Many Republican Party leaders--notably Mitch McConnell and Paul Ryan, and perhaps even Trump insiders Mike Pence and Reince Priebus--continue to hope against hope that if they wait Trump out, things will return to normal. But Trump has come to believe that he is leading a movement, not just a political campaign, and his objective is to throw out the traditions of the party and remake the GOP in his own image. Steve Bannon's role as his political strategist is, among other things, to orchestrate the takeover of the apparatus of the GOP on the ground, state by state.

Last week, Trump supporters ousted the chairman of the Ohio Republican Party. Next week, Trump backers are taking the fight to Massachusetts, where the leadership of the Republican State Committee is up for grabs. “They didn’t want anything to do with Trump—they were embarrassed by Trump—they thought he was going to lose,” commented Trump's candidate for chairman of the state committee about Massachusetts Republican Governor Charlie Baker and the old school Bay State blue bloods.

As George Bush watched the humiliation of his son at the hands of Donald Trump, he had to know the end was near. For GOP traditionalists, the barbarians are not longer at the gates, they are occupying the White House. Many would argue that the old Republican Party sold its soul long ago--when it took the trade that Kevin Phillips suggested, swapping its moderate New England roots for the new, socially conservative southern and working class Democrats--and that George Bush similarly abandoned his principles when he embraced the coded racial politics of Lee Atwater.

Through it all, George Bush and the elites of the GOP refused to let go--as evidenced by the nomination of Mitt Romney just four years ago. With the swearing in of President Trump, the last battle for the soul of the GOP looms. McConnell and Paul Ryan, as the leaders of Congress, may yet resist Trump's efforts--though truly only Ryan has the breadth of support within the party, if not the stomach for the fight, to challenge the President--but Donald Trump and Steve Bannon have the mainstream party infrastructure firmly in their crosshairs, and their success in Ohio and Massachusetts suggests that the GOP of George Bush will soon be gone for good.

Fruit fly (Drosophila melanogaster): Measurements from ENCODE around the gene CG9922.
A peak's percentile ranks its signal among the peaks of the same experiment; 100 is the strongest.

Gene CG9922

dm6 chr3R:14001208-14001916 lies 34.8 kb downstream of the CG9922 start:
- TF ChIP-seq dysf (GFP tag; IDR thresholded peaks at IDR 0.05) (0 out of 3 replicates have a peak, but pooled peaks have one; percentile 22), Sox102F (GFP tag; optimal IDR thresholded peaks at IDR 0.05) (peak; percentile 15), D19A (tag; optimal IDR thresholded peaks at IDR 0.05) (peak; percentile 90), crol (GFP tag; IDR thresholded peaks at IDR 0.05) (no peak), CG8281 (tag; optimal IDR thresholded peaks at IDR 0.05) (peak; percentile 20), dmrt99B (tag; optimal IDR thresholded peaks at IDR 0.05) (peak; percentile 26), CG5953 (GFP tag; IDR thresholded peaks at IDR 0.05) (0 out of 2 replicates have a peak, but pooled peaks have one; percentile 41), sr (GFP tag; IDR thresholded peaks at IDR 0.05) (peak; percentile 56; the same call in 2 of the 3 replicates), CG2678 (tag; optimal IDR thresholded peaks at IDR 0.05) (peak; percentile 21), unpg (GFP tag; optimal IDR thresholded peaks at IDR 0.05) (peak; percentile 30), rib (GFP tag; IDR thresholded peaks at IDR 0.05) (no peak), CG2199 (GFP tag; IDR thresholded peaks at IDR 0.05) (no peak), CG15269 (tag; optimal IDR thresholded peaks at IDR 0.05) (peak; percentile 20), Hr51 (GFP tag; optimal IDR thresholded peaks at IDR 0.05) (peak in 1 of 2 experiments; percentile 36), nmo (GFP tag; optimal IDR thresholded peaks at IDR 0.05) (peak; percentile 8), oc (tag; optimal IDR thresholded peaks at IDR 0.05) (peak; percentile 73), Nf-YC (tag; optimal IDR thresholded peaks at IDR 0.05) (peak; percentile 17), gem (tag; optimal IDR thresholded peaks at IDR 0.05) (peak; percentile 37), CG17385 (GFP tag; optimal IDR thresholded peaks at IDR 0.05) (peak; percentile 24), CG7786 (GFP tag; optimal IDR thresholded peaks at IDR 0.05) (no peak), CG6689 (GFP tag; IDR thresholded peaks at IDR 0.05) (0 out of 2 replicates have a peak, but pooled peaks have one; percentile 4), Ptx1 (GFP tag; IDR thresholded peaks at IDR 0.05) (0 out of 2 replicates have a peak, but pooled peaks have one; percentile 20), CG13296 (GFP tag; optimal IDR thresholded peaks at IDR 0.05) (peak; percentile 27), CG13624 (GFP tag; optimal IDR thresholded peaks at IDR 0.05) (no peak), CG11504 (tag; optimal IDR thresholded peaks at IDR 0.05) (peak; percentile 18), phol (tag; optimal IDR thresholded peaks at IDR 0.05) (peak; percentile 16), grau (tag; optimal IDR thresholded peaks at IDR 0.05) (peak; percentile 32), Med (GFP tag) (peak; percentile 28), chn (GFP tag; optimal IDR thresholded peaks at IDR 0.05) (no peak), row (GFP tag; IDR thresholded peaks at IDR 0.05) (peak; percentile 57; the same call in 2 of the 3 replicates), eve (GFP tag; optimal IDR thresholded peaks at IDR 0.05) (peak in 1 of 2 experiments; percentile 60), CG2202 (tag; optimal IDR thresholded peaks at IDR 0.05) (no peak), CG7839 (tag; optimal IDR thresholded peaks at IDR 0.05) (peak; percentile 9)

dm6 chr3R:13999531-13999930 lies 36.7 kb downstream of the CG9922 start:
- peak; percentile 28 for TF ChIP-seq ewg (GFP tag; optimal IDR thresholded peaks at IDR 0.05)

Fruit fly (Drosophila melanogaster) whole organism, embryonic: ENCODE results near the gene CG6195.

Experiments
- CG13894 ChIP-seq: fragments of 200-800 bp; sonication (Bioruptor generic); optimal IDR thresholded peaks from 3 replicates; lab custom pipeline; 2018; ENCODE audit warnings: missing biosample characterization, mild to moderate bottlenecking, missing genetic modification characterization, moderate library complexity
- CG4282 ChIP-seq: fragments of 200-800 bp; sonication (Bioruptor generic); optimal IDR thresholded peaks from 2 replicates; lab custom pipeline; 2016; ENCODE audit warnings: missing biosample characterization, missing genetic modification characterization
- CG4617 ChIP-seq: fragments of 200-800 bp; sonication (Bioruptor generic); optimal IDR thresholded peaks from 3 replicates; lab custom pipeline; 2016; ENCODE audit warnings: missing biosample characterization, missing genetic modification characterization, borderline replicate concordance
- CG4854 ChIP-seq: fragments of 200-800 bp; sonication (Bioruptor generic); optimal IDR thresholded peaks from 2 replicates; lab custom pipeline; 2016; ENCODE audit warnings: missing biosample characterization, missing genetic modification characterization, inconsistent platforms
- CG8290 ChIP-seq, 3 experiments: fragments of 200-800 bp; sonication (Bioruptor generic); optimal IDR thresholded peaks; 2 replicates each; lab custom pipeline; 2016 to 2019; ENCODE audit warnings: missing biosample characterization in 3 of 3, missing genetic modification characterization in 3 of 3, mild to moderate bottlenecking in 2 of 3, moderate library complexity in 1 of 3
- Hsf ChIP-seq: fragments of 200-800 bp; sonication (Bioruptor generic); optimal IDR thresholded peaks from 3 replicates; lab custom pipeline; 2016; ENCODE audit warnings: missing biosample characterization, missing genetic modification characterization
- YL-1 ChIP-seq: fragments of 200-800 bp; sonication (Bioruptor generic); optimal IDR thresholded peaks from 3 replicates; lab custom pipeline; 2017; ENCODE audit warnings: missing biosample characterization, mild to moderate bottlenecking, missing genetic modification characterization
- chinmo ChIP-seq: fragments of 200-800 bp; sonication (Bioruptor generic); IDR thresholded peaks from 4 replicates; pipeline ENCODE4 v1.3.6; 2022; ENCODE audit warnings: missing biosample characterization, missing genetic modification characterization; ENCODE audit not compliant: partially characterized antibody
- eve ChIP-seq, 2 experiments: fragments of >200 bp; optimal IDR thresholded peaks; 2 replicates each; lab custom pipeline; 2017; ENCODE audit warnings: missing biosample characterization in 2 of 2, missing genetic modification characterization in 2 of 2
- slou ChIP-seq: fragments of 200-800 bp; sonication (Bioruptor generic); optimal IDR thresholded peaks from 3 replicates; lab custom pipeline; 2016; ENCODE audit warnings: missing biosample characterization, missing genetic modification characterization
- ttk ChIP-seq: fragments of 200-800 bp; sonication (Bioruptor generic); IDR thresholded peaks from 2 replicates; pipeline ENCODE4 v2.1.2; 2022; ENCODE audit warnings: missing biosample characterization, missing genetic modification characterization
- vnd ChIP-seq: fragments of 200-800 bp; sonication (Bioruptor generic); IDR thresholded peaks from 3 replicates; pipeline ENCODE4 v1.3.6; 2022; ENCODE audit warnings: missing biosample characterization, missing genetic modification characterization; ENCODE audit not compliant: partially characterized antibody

Artwork by Jay Duret. Follow him on Twitter @jayduret or Instagram at @joefaces.

Tuesday, January 17, 2017

The end of the New World Order.

The Tweet: Once the ink is dry on the swearing in of the 45th President, it will only be a matter of time before Putin tests his new relationship. When he does, we may see the end of the New World Order of the first President Bush and the rise to the Trump Doctrine.

To hear Vladimir Putin rise to the defense of Donald Trump, as Putin lays the blame for the Russia dossier at the feet of Barack Obama, was remarkable. Why would Donald Trump need our prostitutes, the Russian leader actually said in his purported defense of his new BFF, when he runs all those beauty contests and obviously has plenty of women to choose from. Assuming Putin had nothing to do with the dossier, is there anything he could have said to better draw attention to it?